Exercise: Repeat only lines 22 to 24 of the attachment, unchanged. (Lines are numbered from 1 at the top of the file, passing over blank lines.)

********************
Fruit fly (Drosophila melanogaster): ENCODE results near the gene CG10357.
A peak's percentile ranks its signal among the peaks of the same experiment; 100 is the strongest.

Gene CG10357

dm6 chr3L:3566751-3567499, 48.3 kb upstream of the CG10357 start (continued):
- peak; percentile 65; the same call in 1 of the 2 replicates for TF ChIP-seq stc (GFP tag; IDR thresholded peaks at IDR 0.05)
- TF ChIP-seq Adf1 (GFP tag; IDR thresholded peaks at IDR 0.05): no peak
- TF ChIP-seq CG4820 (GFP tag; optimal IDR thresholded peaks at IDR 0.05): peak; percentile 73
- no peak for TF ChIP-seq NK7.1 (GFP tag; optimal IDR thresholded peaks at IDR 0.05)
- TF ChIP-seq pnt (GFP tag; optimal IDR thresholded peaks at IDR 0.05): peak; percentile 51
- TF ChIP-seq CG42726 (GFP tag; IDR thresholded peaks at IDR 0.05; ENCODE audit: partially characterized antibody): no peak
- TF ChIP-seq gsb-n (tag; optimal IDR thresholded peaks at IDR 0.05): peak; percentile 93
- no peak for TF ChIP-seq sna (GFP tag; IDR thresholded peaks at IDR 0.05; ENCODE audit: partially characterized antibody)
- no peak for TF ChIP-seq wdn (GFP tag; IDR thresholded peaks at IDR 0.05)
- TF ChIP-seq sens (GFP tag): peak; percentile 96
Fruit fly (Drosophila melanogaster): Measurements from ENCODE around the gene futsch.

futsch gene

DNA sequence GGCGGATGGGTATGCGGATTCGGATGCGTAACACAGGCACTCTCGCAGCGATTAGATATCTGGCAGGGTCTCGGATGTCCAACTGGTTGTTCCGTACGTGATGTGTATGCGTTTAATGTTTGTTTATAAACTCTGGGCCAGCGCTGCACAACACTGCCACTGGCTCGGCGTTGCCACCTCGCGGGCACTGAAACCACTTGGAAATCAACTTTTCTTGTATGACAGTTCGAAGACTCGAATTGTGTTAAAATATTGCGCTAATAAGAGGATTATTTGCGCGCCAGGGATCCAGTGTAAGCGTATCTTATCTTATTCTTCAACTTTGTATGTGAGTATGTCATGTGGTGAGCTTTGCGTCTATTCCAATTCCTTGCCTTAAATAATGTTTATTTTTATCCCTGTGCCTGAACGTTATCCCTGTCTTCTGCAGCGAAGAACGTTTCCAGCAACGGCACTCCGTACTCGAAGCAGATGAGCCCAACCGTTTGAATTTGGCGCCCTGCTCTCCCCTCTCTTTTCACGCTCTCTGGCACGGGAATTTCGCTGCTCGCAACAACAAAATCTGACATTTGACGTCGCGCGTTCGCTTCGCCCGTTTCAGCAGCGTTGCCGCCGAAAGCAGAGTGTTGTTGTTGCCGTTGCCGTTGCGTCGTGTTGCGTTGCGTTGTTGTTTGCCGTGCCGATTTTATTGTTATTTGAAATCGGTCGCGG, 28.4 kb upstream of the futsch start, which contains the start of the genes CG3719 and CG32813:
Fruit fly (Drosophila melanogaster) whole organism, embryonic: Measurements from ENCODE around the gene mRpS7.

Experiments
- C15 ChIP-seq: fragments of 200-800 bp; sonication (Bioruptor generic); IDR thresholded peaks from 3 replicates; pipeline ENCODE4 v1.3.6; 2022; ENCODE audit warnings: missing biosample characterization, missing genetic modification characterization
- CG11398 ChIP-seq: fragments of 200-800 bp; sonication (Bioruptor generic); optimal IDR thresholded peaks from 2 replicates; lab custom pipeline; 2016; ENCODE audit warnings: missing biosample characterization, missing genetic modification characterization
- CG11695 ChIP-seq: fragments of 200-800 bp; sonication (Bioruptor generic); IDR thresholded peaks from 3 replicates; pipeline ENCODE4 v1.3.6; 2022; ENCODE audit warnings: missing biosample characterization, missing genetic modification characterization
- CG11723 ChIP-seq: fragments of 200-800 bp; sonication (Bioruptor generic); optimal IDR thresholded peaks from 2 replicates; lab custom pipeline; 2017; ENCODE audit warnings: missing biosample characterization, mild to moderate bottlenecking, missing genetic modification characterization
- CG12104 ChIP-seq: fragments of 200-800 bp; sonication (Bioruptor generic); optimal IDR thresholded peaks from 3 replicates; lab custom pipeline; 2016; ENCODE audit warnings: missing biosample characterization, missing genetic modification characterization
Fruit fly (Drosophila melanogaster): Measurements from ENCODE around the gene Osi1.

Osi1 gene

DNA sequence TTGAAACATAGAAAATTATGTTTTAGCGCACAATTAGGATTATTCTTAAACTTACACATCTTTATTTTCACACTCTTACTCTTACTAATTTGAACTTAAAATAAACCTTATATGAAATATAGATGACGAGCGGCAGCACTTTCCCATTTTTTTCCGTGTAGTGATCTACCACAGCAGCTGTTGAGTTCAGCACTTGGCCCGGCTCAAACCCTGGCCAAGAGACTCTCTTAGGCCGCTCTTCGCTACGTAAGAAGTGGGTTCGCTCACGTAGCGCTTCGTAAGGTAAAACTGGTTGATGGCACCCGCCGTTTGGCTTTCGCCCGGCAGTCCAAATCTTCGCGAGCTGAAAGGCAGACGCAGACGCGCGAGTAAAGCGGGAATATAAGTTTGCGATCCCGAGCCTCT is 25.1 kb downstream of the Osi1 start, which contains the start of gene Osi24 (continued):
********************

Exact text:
- CG11695 ChIP-seq: fragments of 200-800 bp; sonication (Bioruptor generic); IDR thresholded peaks from 3 replicates; pipeline ENCODE4 v1.3.6; 2022; ENCODE audit warnings: missing biosample characterization, missing genetic modification characterization
- CG11723 ChIP-seq: fragments of 200-800 bp; sonication (Bioruptor generic); optimal IDR thresholded peaks from 2 replicates; lab custom pipeline; 2017; ENCODE audit warnings: missing biosample characterization, mild to moderate bottlenecking, missing genetic modification characterization
- CG12104 ChIP-seq: fragments of 200-800 bp; sonication (Bioruptor generic); optimal IDR thresholded peaks from 3 replicates; lab custom pipeline; 2016; ENCODE audit warnings: missing biosample characterization, missing genetic modification characterization